Also it is great to watch the brood care of the daddy-long-legs spider (vibrating spider). The mother spider watches over the egg cocoon and later over the baby spiders for some days. When one puts a prey animal in the net, the spider very carefully steps across over its babies. Once the young spiders had chosen a fluorescent tube for a first rest. Whenever it turned warm they side by side in dozens roped down an appropriate distance. It looked like a hazy shade of curtain. When after switching off the lamp turned colder they climbed up stepwise again.

Of course, all the culture followers like mice, blackbird, magpie, jay, squirrel, titmice (6 species), woodpeckers and robins are well represented. Especially the last get very friendly. Well, the young titmice now and then land on one's hand waiting for feed. Previously the adult birds don't appreciate one standing near the nest box. But keeping away squirrels one's nearness is made use of as protection and they immediately fly in.
And with the great spotted woodpeckers it's another matter. I can remember those times they hastily left the garden, when one just moved behind a window. Nowadays one clears the path of snow in less than two meters distance a woodpecker clambers crying about a tree: Bird fat balls are out! Hardly one has mounted a ball and just turning away immediately a woodpecker clings at it. Nuthatch and treeceepers are guests, too.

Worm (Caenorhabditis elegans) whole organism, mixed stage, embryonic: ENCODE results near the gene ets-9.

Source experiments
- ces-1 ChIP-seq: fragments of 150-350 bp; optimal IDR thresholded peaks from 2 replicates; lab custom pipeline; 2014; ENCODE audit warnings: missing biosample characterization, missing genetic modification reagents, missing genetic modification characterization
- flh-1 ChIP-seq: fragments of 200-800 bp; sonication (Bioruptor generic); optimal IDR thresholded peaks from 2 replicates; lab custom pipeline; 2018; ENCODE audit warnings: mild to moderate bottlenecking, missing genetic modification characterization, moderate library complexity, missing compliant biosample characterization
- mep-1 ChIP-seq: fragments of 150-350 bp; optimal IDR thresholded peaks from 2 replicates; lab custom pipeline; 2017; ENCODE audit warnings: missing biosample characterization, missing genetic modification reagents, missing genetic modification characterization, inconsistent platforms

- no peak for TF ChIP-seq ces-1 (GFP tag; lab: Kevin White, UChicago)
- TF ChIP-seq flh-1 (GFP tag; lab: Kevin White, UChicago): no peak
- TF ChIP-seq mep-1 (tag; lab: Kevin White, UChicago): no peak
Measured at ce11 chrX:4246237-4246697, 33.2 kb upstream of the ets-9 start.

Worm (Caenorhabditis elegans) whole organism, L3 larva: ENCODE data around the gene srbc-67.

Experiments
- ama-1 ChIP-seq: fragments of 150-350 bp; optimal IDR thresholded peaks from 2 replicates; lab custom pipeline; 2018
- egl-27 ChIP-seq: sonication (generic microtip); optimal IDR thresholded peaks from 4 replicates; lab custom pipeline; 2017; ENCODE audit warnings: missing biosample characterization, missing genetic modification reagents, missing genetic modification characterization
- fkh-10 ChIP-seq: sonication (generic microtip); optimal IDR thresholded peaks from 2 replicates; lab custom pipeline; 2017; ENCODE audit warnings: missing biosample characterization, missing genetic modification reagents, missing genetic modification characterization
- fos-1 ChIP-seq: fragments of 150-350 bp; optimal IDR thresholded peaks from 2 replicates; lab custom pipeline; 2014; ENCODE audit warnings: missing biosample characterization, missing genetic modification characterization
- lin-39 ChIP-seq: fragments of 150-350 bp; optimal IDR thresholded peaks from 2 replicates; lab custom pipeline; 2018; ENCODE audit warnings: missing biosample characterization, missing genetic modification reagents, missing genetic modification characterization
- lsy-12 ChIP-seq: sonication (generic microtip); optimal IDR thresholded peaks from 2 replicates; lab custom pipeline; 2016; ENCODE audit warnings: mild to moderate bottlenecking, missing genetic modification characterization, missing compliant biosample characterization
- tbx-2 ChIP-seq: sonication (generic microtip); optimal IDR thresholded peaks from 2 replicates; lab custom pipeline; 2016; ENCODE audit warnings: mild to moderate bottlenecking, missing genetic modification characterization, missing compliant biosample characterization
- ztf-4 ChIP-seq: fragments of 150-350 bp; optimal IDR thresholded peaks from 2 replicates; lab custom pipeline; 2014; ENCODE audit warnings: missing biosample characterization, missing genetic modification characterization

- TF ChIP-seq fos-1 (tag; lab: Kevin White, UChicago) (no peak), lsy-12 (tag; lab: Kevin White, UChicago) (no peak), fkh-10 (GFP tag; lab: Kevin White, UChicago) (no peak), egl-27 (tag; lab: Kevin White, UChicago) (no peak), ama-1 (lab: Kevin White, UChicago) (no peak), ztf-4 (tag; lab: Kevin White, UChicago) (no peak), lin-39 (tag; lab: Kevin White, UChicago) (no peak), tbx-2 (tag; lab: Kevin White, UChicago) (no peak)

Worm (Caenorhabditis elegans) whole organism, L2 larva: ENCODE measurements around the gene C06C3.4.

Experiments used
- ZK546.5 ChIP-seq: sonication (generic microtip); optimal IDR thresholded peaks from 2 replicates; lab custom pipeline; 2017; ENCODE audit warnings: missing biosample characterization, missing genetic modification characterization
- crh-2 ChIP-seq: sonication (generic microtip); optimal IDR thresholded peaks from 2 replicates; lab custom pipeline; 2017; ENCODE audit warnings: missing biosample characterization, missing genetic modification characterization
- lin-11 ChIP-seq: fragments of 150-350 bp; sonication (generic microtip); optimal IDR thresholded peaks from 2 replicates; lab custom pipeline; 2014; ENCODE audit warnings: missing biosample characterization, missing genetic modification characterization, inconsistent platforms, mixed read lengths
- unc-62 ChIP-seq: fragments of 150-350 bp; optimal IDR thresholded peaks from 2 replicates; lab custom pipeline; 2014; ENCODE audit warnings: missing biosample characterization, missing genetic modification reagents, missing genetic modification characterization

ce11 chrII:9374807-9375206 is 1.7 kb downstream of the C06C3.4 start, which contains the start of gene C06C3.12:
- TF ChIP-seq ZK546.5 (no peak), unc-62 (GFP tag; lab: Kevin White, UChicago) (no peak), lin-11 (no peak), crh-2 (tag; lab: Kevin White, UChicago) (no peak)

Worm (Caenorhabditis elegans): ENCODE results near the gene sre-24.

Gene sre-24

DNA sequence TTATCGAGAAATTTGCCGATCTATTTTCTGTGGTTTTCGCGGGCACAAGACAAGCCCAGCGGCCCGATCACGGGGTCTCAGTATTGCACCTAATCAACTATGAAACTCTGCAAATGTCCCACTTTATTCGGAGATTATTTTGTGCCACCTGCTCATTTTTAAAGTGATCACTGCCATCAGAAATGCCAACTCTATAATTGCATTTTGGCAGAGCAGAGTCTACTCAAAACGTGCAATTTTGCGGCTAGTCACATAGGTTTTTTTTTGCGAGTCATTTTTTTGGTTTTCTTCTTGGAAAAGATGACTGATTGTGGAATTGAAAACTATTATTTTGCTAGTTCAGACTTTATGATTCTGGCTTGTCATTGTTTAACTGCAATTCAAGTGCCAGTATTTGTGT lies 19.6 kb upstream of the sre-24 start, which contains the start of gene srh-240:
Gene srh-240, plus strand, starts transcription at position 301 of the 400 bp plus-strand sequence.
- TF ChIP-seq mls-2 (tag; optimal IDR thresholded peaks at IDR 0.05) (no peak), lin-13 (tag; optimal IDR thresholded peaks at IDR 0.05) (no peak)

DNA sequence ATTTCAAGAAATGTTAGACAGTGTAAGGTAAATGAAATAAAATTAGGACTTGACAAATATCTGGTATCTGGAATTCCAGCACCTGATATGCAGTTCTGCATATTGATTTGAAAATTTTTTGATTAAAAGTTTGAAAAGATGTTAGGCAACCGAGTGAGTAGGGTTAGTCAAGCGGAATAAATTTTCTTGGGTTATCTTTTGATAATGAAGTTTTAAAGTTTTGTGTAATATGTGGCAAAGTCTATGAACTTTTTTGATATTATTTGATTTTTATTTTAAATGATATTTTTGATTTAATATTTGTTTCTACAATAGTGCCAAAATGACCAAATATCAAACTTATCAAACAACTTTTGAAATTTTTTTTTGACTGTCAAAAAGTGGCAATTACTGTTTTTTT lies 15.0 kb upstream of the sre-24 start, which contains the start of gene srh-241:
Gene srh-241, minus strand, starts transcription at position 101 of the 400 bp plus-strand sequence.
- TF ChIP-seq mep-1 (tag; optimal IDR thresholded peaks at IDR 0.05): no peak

The animals are used to humans more or less. One get on with each other or one simply keeps out of others' ways.


Temporary fellow-tenants

Everything and all for nothing but the cat:


Even now and then the scientific curiosity or the helpfulness demand more. Then deeper contact takes place. Who does not want to thoroughly watch the metamorphosis of frogs? Or who wants to let perish a helpless animal baby?

That enables the deeper concerns about the individual behavior and the nuanced interactions with humans. Thereby it just scratches a bit the rather mechanistic approach of the behavioral biology.